Tuesday, June 05, 2012

Reflecting on a Walkabout

Here are three meandering reflections on pilgrimage, or as we like to call it: walkabout.

- A couple days ago, my friend Steve and I set out on another walkabout. This time I took my phone with me to track our progress. Eighteen miles! It took about seven hours, with about an hour for lunch. I was exhausted at the end, sore and sunburned. And we're already talking about what the next one's going to be! The first three hours were relatively easy, as far as it goes. By the time we reached our destination for lunch, we had walked nine miles. We didn't stop to rest at all so I was hungry and tired. Our midway point was a farm out south of Kansas City, owned by a friend of Steve's. About two miles out from the farm we guessed that there would probably be a refrigerator full of ice-cold refreshing beverages. When I sat down with that cold drink in my hand, I started to have a small imagination for what true hospitality and friendship might actually look like. I had reached a point where I was desperately in need of something cold to drink, a point I, and a lot of other North American, hardly ever truly experience. We eat and drink out of habit and indifference, rather than necessity and thankfulness. The walk back was much more difficult. My biggest concern was my hip flexor and my feet. I was doing my best not to change the way I walk, knowing that would cause pain to parts of my leg not used to bearing that much weight while walking. I did pretty good, except the lower parts of the my leg - the muscles next to my shin - really hurt me the next few days. We found a walking stick that proved to be really helpful. One of us would use it for a couple of hills and then we would switch. We stopped a several more times on the way back to rest. At one point we found a shaded spot on a bridge that was just about perfect for a two minute respite before we finished the last leg of our journey. At one point near the end we came upon a blackberry tree. There's nothing better than a sweet taste in your mouth when you've been walking for hours, sipping hot water. What is the kingdom of heaven like? It's like a the taste of rich, sweet blackberries at the end of a long, long walkabout.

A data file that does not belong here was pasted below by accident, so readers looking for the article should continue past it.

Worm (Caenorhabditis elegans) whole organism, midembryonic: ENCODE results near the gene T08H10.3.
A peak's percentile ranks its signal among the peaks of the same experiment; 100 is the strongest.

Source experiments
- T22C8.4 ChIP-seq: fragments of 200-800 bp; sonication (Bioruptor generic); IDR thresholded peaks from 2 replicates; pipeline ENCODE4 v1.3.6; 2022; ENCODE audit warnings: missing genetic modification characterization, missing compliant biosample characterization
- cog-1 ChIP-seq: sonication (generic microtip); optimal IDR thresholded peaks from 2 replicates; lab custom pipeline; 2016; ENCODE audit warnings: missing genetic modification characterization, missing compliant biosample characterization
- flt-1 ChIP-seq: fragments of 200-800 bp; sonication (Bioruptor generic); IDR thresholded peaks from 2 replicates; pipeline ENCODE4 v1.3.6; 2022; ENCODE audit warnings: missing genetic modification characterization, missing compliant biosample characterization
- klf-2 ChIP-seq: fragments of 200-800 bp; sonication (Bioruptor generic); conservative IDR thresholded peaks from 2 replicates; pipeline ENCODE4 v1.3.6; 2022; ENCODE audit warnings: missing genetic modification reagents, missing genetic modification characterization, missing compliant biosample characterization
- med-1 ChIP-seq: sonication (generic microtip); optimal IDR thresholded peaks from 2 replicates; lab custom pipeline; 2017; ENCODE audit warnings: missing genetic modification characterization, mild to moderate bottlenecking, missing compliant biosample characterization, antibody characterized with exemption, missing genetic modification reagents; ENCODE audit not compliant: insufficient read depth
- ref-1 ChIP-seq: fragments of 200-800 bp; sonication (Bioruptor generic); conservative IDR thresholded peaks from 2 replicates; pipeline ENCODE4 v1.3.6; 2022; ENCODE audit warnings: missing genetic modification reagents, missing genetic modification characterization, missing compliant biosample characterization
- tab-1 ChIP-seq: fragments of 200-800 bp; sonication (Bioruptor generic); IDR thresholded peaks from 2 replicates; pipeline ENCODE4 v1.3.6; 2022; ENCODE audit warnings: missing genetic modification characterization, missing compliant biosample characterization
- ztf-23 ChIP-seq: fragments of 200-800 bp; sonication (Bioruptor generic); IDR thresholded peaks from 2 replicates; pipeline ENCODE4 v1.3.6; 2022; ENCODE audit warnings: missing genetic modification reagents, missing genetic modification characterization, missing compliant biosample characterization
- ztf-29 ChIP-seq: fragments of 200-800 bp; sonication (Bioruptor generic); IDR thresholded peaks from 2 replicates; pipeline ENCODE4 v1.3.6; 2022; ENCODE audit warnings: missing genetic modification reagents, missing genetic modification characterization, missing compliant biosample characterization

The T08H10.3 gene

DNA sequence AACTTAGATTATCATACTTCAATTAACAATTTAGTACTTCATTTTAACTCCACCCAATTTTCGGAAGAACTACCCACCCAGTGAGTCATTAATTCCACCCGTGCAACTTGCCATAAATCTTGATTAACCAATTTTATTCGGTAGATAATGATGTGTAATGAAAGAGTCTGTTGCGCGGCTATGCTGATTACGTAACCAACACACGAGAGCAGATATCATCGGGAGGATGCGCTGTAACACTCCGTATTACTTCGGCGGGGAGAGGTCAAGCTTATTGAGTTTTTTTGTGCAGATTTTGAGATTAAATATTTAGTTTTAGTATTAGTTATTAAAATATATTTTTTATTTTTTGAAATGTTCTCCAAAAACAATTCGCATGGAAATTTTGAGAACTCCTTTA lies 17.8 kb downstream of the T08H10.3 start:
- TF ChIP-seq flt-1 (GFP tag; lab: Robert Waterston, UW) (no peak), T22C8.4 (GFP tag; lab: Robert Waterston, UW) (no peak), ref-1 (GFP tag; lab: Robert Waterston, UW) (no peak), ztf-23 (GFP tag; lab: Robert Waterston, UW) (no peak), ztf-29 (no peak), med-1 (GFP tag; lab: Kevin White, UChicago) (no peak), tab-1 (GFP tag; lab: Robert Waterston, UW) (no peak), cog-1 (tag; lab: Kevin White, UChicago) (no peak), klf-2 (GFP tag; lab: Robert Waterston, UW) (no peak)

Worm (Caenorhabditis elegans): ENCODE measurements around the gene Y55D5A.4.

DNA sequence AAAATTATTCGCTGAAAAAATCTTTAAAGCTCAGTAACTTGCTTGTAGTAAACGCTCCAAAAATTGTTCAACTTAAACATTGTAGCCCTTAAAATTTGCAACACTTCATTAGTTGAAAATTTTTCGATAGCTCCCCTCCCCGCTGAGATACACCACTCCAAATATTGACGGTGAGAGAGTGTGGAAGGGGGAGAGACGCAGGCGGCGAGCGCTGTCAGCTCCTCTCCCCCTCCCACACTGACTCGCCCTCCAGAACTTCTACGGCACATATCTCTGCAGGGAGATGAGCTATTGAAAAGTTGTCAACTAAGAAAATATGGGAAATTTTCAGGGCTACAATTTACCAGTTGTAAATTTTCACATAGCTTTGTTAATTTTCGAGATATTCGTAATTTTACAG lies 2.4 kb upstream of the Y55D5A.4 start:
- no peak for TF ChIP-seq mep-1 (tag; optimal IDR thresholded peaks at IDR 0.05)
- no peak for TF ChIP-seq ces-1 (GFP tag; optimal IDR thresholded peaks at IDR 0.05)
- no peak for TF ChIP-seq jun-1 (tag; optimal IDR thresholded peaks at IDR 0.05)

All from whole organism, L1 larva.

- I'm starting to understand the need for pilgrimage as a spiritual discipline, at least for North American Christians for whom the status quo is ease and comfort. I'm reminded of something I read once by David Burrell. He says, "In Beth Sahour we have a YMCA pool; I go there three mornings a week. There's a BMW pulled off the side of the road, and it's one of my swimming partners. I pull to the side, and I say, 'What's that?' 'It's a puncture.' I said, 'Let's fix it.' As a driver of a BMW, my friend had never fixed a tire in his life. And that's the American strength, 'Let's fix it.'" But he points out that such strengths can also be our weakness. It can turn into arrogance such that we need no help from others because we can just do it ourselves. This kind of self-sufficiency, though, can also lead to a kind of slothful laziness as we construct a reality that removes us further and further from the land and the virtue of work. It's gone from we can do it ourselves to we can't do anything for ourselves. I'm not one to talk as I feel tragically removed from the land, but I hope the rest of my life leads me back there.

- In his book, The Sacred Way, Tony Jones quotes Robert Brancatelli on the subject of pilgrimage. "[Brancatelli] sees three steps in the journey. The first is separation, the time of leaving home and that which is comfortable and familiar. The next stage is the liminal period, when the pilgrim is at the edge, the border, the frontier of spirituality - this is when the pilgrim leaves home behind and makes Christ her guide. Finally, reintegration into the community takes place, but the former pilgrim is now, in many ways, an adult with is an individuated faith of his own." I always say you never walk the road alone, but you have to walk it for yourself. I wonder how many of us have barely started the adventure of separation where we truly begin to hold loosely the "stuff" of our lives in order to deeply embrace a better, more divine way.

(The image is one that I took from our walkabout)

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